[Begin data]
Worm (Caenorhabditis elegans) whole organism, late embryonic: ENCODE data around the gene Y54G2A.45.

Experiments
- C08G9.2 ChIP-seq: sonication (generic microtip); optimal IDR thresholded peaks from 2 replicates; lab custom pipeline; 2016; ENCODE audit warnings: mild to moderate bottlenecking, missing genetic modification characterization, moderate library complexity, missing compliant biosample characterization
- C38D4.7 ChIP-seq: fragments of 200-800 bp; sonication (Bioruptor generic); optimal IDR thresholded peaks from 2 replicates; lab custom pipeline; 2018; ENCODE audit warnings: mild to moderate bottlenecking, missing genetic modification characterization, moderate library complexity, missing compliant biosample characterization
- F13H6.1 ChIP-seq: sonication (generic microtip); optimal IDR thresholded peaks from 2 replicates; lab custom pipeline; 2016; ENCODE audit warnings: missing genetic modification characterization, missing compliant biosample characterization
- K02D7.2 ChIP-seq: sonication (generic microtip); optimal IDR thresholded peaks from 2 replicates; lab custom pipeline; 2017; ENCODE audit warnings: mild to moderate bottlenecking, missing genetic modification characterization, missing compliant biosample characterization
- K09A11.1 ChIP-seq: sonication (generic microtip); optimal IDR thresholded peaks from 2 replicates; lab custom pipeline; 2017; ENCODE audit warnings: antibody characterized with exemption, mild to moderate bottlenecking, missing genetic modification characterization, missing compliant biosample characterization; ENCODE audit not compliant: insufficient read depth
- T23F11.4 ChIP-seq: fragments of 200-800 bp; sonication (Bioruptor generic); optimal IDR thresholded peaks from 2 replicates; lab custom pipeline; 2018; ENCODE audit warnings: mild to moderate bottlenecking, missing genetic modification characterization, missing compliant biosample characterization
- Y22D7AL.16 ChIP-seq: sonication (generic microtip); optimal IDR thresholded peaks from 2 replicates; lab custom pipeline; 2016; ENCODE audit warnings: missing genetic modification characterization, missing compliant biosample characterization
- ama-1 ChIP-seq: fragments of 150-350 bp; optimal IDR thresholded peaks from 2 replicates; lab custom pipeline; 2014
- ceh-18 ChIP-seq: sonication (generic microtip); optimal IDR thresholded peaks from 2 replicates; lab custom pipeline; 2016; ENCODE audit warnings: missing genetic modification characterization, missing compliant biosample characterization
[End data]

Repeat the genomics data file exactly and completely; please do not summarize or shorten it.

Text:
Worm (Caenorhabditis elegans) whole organism, late embryonic: ENCODE data around the gene Y54G2A.45.

Experiments
- C08G9.2 ChIP-seq: sonication (generic microtip); optimal IDR thresholded peaks from 2 replicates; lab custom pipeline; 2016; ENCODE audit warnings: mild to moderate bottlenecking, missing genetic modification characterization, moderate library complexity, missing compliant biosample characterization
- C38D4.7 ChIP-seq: fragments of 200-800 bp; sonication (Bioruptor generic); optimal IDR thresholded peaks from 2 replicates; lab custom pipeline; 2018; ENCODE audit warnings: mild to moderate bottlenecking, missing genetic modification characterization, moderate library complexity, missing compliant biosample characterization
- F13H6.1 ChIP-seq: sonication (generic microtip); optimal IDR thresholded peaks from 2 replicates; lab custom pipeline; 2016; ENCODE audit warnings: missing genetic modification characterization, missing compliant biosample characterization
- K02D7.2 ChIP-seq: sonication (generic microtip); optimal IDR thresholded peaks from 2 replicates; lab custom pipeline; 2017; ENCODE audit warnings: mild to moderate bottlenecking, missing genetic modification characterization, missing compliant biosample characterization
- K09A11.1 ChIP-seq: sonication (generic microtip); optimal IDR thresholded peaks from 2 replicates; lab custom pipeline; 2017; ENCODE audit warnings: antibody characterized with exemption, mild to moderate bottlenecking, missing genetic modification characterization, missing compliant biosample characterization; ENCODE audit not compliant: insufficient read depth
- T23F11.4 ChIP-seq: fragments of 200-800 bp; sonication (Bioruptor generic); optimal IDR thresholded peaks from 2 replicates; lab custom pipeline; 2018; ENCODE audit warnings: mild to moderate bottlenecking, missing genetic modification characterization, missing compliant biosample characterization
- Y22D7AL.16 ChIP-seq: sonication (generic microtip); optimal IDR thresholded peaks from 2 replicates; lab custom pipeline; 2016; ENCODE audit warnings: missing genetic modification characterization, missing compliant biosample characterization
- ama-1 ChIP-seq: fragments of 150-350 bp; optimal IDR thresholded peaks from 2 replicates; lab custom pipeline; 2014
- ceh-18 ChIP-seq: sonication (generic microtip); optimal IDR thresholded peaks from 2 replicates; lab custom pipeline; 2016; ENCODE audit warnings: missing genetic modification characterization, missing compliant biosample characterization